|Academy Award for Best Art Direction-Set Decoration||Dean Tavoularis, Angelo P. Graham and George R. Nelson||Won|
|Academy Award for Best Music, Original Dramatic Score||Nino Rota and Carmine Coppola||Won|
|Golden Globe Award||Golden Globe Award for Best Motion Picture - Drama||Francis Ford Coppola, Gray Frederickson and Fred Roos||Nominated|
|Golden Globe Award for Best Director - Motion Picture||Francis Ford Coppola||Nominated|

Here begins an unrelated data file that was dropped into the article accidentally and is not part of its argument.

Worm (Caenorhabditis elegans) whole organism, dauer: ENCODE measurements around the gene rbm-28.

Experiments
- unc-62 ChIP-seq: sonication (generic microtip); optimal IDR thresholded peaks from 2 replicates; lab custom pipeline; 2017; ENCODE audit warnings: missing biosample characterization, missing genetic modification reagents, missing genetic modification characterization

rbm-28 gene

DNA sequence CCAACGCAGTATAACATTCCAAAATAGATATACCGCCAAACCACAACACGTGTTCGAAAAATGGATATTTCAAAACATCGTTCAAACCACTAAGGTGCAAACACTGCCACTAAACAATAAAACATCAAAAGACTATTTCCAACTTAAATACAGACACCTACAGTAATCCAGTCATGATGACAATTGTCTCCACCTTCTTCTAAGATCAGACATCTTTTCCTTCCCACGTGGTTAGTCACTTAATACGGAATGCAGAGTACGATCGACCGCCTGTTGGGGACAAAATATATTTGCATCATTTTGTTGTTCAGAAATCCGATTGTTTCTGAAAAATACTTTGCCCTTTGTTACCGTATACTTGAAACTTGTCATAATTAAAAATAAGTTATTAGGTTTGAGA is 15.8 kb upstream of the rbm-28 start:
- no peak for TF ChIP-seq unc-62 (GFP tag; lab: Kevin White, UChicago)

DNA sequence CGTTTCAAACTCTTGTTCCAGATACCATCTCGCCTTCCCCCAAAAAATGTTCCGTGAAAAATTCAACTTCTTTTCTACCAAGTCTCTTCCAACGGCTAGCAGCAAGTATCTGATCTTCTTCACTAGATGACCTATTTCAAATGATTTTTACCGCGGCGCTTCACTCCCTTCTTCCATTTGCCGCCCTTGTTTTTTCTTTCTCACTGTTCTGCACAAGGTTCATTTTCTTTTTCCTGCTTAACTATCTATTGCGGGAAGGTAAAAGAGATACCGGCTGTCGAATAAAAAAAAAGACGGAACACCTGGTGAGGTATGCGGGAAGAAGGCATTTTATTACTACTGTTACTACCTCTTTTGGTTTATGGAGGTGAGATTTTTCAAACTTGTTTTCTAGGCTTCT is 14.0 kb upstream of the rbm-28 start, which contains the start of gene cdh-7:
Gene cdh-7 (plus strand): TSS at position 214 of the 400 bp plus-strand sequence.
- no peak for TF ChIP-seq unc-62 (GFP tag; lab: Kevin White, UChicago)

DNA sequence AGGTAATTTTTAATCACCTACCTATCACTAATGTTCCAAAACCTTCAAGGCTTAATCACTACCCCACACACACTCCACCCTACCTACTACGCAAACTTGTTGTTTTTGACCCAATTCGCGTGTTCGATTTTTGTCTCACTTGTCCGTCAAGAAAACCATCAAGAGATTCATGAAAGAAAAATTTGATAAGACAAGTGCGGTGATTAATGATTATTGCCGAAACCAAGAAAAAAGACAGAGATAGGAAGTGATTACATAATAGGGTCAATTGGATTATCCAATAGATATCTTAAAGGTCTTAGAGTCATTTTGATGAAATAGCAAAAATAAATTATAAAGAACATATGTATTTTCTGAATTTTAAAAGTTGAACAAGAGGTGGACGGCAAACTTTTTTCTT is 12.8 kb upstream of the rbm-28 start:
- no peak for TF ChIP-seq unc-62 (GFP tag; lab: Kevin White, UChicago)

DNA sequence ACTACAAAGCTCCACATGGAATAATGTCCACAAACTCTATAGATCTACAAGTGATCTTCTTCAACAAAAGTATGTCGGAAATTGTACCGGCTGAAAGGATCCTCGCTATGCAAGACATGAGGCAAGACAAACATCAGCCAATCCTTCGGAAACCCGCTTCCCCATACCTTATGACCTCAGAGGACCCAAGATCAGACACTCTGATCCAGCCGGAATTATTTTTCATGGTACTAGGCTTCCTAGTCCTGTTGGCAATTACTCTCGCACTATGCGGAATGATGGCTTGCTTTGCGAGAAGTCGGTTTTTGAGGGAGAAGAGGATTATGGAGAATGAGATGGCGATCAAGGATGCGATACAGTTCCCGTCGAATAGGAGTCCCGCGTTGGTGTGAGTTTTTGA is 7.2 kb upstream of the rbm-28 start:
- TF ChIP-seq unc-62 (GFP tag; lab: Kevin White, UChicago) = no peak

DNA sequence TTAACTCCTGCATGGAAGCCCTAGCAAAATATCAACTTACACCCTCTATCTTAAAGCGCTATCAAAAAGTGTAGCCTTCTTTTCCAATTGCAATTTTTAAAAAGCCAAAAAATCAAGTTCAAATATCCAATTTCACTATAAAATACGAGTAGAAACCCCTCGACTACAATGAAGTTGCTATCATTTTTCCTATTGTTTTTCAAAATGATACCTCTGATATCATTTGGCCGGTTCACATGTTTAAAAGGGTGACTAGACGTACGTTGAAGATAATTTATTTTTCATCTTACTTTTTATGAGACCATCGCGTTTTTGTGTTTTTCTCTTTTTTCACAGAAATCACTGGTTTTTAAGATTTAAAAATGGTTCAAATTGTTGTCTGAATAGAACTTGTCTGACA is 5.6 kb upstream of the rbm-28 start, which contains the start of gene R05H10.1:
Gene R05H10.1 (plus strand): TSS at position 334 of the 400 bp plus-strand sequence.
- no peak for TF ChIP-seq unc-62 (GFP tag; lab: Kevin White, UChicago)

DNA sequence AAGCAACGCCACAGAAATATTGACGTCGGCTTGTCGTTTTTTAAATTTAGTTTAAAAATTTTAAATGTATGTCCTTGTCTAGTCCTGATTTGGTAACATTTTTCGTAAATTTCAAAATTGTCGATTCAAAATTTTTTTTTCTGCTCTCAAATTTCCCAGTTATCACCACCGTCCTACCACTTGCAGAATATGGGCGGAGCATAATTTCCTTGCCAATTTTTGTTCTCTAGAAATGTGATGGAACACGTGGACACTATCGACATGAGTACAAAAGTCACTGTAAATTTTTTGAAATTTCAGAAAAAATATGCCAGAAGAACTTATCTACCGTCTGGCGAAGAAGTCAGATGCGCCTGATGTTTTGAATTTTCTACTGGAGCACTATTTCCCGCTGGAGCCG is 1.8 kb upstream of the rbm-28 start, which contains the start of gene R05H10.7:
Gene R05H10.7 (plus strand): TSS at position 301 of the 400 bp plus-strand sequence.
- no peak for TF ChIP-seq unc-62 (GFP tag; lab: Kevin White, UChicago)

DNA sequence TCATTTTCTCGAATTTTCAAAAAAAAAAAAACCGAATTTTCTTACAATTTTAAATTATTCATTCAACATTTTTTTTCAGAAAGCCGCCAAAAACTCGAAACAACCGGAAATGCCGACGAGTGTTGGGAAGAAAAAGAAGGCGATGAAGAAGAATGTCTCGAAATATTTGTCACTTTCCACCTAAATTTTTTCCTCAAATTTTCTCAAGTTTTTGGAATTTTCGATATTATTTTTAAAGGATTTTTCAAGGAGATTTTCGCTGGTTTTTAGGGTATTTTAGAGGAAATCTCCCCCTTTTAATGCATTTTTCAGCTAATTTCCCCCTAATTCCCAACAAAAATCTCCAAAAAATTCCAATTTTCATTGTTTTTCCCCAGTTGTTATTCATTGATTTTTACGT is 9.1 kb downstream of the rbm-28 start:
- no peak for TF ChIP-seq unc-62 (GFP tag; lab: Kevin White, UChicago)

|Golden Globe Award for Best Motion Picture Actor - Drama||Al Pacino||Nominated|
|Golden Globe Award for Best Screenplay - Motion Picture||Francis Ford Coppola and Mario Puzo||Nominated|
|Golden Globe Award for Most Promising Newcomer - Male||Lee Strasberg||Nominated|
|Golden Globe Award for Best Original Score||Nino Rota||Nominated|
|BAFTA Award||BAFTA Award for Best Actor||Al Pacino (also for Dog Day Afternoon)||Won|
|BAFTA Award for Most Promising Newcomer to Leading Film Roles||Robert De Niro||Nominated|
|BAFTA Award for Best Film Editing||Peter Zinner, Barry Malkin and Richard Marks||Nominated|
|Anthony Asquith Award for Film Music||Nino Rota||Nominated|
|Wikiquote has a collection of quotations related to: The Godfather: Part II|